Thanksgiving Day in America could be more accurately renamed “National Gluttony Day.” The holiday to us is more a day to feed our mouths and to overfill our stomachs than it is one where we reflect on the goodness of the Lord revealed in the abundance that he has given to us and to thank him for it.
This Thanksgiving season, I challenge you (as I am challenging myself) to think of and to pray for the saints abroad who do not share in our abundance. I challenge you to think of them as they starve out of their poverty or imprisonment, and to remember their starvation while you gorge yourself. I challenge you to have a broken heart for those saints who for the Gospel’s sake do not get to eat turkey & dressing, mashed potatoes, pumpkin pie, etc., and to have a broken heart for yourself knowing that those who starve have a better understanding of the Gospel than we who glut.
I would also challenge you not to forget the saints after you have remembered them this week. Remember them throughout the year, and aspire to help them with your abundance. Remember from the Scriptures the Macedonians who gave out of their extreme poverty with great joy to the relief of the saints in Jerusalem. Cannot we who know nothing of extreme poverty sacrifice a bit of what we have to aid our brothers and sisters who are starving, who have no place to live, and who have no clothes on their back?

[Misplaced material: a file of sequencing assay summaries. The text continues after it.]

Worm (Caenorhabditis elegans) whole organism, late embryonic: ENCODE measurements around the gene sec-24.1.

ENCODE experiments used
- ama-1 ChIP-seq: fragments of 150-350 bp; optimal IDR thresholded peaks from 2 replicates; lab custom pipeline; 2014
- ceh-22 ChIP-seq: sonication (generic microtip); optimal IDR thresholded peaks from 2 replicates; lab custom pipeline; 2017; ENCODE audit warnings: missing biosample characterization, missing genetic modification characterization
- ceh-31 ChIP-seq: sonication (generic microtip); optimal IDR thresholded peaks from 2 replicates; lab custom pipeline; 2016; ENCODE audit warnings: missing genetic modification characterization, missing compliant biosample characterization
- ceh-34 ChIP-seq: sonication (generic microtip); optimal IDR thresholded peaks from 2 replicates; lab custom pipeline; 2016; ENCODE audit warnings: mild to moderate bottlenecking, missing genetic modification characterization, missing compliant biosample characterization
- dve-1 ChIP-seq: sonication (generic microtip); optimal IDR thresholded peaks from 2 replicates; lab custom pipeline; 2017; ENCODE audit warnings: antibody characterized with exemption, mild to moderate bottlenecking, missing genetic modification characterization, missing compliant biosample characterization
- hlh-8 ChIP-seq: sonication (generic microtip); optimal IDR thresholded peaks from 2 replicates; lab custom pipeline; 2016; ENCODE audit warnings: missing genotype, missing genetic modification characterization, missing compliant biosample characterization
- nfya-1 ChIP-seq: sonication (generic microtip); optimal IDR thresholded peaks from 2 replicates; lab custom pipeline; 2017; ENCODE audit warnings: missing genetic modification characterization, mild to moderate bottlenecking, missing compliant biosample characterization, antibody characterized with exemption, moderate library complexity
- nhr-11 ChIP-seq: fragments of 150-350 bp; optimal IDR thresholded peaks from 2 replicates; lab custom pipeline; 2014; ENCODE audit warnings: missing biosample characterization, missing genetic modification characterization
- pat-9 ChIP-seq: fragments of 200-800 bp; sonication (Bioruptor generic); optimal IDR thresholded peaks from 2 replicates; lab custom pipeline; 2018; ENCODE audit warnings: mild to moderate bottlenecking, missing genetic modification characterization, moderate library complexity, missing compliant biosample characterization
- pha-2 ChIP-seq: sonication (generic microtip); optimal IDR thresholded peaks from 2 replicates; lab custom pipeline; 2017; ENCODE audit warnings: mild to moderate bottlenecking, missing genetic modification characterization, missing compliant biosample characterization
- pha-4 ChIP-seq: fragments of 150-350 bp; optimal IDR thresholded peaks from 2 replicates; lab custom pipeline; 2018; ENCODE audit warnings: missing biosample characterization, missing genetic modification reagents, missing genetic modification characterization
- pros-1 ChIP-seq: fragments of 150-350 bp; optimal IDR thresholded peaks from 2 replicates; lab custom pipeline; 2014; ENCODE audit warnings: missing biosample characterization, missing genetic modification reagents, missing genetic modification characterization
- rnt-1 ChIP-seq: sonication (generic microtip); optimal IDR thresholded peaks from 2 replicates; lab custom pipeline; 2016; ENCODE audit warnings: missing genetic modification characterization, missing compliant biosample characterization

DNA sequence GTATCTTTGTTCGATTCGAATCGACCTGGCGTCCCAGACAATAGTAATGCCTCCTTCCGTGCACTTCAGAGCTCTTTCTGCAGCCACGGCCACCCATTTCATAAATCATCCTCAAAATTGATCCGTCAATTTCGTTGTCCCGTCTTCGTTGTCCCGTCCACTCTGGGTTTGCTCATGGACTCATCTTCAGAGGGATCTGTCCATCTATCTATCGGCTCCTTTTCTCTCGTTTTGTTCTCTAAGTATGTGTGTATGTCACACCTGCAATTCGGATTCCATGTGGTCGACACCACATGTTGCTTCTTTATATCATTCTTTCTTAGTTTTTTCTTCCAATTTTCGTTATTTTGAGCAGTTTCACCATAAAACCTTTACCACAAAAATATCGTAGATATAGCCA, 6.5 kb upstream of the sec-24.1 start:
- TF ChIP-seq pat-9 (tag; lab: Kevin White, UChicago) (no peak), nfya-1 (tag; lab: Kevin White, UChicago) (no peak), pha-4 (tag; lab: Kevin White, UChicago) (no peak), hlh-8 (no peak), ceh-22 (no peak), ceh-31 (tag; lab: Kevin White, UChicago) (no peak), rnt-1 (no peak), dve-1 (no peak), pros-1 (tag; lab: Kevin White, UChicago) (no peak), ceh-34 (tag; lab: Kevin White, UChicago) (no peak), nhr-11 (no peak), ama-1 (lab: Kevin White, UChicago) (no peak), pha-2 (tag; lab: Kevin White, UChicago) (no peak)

Our Father in Heaven, you have been most gracious to us in this country. You have given us much more than our daily bread and have provided for us beautiful homes and closets full of clothes. I pray, dear Lord, that our abundance would not be a snare and a trap to us, but that we would look at our riches as gifts to be given to the saints on whom you have set your love abroad. Burden our hearts with their plight for the rest of our lives so that we might love you rightly by loving your saints and thereby store up for ourselves treasure in heaven. Amen.